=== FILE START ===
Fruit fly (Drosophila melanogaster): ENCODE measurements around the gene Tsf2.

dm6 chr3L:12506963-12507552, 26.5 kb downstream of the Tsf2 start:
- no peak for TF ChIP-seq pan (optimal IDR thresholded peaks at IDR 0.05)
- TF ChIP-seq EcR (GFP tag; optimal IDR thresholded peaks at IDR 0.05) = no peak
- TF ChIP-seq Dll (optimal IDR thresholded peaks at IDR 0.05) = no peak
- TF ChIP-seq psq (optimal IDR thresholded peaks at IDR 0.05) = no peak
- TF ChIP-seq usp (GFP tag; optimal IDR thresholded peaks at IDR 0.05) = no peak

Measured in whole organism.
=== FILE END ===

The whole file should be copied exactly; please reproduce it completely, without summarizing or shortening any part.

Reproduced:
Fruit fly (Drosophila melanogaster): ENCODE measurements around the gene Tsf2.

dm6 chr3L:12506963-12507552, 26.5 kb downstream of the Tsf2 start:
- no peak for TF ChIP-seq pan (optimal IDR thresholded peaks at IDR 0.05)
- TF ChIP-seq EcR (GFP tag; optimal IDR thresholded peaks at IDR 0.05) = no peak
- TF ChIP-seq Dll (optimal IDR thresholded peaks at IDR 0.05) = no peak
- TF ChIP-seq psq (optimal IDR thresholded peaks at IDR 0.05) = no peak
- TF ChIP-seq usp (GFP tag; optimal IDR thresholded peaks at IDR 0.05) = no peak

Measured in whole organism.